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  • Writer's pictureJulia Watson

Annuals that Self-Sow


As I walked around my garden yesterday, I saw some baby plants that were not weeds – oh happy day! They’re annual flowers that come back on their own and that can be wonderful thing for a busy gardener. It’s called self-sowing, and it’s either a gift or a pain in the backside, depending on whether you like that particular plant.


You have to be careful with some annuals, like morning glories, because they self-sow much too much. Sweet alyssum does too, but I like it and it’s not as aggressive as morning glory. Here’s a list of self-sowing annuals for Northern California.

  • Larkspur

  • Nigella (aka Love in a mist)

  • Omphalodes

  • Orlaya

  • Shirley poppies (such as the Falling in Love series, a mix of colors)

  • Sweet alyssum (not everyone likes these plants to come back, so be careful)

  • Morning glory DON'T EVER PLANT THESE (unless you're planning to move away and leave someone else the problem of trying to get rid of them!)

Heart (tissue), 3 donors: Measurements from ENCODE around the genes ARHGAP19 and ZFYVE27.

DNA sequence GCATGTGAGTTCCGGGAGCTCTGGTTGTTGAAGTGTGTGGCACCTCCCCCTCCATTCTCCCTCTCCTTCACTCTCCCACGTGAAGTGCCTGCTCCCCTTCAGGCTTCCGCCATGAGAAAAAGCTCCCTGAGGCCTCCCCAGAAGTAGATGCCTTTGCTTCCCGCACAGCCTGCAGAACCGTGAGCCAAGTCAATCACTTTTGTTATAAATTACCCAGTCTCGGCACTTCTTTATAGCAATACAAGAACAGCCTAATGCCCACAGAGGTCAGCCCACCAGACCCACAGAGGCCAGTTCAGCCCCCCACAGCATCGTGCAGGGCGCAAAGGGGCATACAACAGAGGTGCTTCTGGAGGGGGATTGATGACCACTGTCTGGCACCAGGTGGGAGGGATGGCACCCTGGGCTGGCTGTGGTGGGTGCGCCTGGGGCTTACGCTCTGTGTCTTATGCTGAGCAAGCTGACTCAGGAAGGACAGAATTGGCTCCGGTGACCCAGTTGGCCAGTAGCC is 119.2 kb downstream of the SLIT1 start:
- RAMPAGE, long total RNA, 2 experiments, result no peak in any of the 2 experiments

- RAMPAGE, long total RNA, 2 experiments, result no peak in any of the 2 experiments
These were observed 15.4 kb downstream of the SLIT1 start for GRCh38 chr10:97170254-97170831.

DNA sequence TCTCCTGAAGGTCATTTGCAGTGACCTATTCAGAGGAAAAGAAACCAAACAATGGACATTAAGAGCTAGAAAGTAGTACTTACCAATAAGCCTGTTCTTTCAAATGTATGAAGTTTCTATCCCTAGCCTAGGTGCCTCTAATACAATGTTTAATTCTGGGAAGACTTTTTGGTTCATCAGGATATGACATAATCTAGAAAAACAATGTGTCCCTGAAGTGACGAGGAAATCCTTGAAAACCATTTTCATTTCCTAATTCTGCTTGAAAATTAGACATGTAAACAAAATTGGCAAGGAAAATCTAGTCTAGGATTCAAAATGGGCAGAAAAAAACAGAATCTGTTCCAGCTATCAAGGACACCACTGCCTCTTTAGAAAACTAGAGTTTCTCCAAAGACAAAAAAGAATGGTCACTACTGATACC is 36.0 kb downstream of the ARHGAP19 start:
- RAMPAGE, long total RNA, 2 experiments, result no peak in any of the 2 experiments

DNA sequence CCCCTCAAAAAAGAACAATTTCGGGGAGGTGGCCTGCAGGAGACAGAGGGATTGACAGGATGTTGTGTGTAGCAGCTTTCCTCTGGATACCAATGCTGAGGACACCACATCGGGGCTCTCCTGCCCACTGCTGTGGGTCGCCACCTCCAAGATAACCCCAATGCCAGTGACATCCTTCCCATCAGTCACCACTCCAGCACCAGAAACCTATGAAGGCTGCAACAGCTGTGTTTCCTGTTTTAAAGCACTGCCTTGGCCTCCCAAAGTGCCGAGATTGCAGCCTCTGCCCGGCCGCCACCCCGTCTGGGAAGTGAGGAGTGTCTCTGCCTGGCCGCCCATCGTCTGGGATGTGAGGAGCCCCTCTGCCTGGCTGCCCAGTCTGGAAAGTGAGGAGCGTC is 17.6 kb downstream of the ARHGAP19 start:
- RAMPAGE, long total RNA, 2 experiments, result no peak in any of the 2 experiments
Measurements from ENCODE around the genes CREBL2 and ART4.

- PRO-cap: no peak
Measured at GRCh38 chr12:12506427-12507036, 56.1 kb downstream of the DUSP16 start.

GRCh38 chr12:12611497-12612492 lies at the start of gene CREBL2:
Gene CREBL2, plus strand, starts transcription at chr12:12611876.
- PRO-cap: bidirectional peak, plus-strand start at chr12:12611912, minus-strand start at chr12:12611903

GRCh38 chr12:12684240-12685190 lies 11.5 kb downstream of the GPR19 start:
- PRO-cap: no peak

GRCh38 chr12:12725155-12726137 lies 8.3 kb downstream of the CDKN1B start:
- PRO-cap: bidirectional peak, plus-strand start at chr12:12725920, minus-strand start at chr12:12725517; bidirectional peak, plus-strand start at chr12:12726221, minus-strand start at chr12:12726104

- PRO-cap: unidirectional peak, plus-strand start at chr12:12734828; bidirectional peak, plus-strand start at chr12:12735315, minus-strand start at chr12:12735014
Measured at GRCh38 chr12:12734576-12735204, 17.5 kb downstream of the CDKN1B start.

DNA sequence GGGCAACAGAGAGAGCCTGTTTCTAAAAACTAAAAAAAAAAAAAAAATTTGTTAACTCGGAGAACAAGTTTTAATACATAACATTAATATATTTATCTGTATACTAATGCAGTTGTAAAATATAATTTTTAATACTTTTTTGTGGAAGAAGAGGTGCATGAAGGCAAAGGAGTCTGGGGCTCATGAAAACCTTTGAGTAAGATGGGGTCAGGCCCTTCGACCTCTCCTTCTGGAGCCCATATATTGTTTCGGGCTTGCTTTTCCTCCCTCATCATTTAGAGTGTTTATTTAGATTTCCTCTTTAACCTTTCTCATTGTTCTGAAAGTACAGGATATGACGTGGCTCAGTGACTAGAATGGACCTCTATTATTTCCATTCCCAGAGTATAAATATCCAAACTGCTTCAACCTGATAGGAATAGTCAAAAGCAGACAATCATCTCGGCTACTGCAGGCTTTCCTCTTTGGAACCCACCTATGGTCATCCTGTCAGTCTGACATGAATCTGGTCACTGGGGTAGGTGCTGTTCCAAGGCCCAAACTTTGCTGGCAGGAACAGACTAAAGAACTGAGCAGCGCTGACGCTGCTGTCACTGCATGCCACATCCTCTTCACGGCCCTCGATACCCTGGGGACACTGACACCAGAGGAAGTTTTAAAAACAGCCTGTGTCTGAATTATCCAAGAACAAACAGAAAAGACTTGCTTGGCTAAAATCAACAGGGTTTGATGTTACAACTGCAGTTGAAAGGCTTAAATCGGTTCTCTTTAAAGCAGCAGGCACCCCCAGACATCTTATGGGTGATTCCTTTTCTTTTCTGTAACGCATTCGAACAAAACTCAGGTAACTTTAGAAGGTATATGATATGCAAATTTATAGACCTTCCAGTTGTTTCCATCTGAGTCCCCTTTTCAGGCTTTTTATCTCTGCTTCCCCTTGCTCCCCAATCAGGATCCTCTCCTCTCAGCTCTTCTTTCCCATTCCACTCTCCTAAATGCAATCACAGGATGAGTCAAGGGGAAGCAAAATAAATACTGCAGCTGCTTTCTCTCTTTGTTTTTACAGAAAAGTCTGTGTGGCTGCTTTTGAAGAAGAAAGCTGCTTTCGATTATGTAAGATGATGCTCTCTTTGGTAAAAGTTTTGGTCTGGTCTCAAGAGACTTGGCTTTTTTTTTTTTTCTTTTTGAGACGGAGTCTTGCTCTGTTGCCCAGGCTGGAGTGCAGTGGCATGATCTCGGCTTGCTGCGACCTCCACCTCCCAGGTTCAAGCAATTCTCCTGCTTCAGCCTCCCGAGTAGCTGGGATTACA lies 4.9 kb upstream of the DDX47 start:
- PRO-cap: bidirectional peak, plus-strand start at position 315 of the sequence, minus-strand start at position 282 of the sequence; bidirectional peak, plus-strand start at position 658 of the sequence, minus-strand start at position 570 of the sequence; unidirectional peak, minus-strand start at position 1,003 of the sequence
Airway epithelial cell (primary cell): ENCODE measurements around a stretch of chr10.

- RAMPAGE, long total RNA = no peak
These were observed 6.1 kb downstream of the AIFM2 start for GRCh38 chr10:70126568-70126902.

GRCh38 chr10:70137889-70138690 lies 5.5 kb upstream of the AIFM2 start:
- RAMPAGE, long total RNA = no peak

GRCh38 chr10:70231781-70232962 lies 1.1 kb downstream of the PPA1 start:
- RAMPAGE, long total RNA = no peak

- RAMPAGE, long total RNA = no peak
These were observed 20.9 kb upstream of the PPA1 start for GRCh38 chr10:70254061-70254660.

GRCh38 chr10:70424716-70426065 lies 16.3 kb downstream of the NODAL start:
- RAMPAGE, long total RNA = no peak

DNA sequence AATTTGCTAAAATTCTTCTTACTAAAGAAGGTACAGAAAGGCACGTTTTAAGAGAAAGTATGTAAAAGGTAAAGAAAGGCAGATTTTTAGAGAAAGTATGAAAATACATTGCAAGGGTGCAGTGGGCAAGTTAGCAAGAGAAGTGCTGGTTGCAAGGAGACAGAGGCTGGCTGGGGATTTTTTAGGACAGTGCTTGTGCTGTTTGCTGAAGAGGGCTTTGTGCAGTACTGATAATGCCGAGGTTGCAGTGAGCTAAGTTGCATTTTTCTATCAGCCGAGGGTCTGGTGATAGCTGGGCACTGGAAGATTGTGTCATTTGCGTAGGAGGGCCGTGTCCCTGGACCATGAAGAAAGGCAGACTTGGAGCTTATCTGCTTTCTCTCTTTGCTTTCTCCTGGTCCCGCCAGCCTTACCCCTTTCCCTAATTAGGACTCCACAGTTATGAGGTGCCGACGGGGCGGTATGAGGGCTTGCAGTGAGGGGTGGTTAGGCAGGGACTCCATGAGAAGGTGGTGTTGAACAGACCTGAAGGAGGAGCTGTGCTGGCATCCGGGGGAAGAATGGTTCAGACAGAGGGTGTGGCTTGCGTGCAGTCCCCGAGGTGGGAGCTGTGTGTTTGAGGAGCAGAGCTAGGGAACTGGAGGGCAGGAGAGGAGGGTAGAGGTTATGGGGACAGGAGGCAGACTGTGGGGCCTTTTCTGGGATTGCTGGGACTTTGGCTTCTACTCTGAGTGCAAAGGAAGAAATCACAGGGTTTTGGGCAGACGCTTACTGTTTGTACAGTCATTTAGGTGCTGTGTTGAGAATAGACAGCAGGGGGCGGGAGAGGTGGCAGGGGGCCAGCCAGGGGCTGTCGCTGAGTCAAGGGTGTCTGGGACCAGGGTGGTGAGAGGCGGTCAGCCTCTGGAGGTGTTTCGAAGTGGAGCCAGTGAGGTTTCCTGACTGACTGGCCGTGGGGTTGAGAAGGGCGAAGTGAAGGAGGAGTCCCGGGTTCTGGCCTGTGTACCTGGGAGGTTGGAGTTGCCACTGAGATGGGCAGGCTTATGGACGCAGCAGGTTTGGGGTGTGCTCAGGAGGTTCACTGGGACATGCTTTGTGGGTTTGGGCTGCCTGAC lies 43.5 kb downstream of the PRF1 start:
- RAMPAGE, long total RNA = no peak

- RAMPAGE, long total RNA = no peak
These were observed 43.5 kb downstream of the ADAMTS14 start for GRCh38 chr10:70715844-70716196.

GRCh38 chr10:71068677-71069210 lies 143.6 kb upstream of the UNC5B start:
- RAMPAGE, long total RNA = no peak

Clockwise from top left: Sweet alyssum (white flowers); Shirley poppies; Larkspur in our front cutting bed; mixed bouquet with pink and white larkspur and white Nigella (upper center of bouquet)


The most reliable on this list is Omphalodes. You can buy one plant from Annie’s Annuals and have new baby plants each spring for years. All the others you can buy as seeds from sources such as Johnny’s or Floret, or find them at your local nursery.


bouquet of spring flowers
Omphalodes is a charming accent in any bouquet

Enjoy your spring flowers – this year and next!

But don't plant morning glories ...

morning glory vine on chair
A morning glory vine can take over anything, anywhere - you've been warned!

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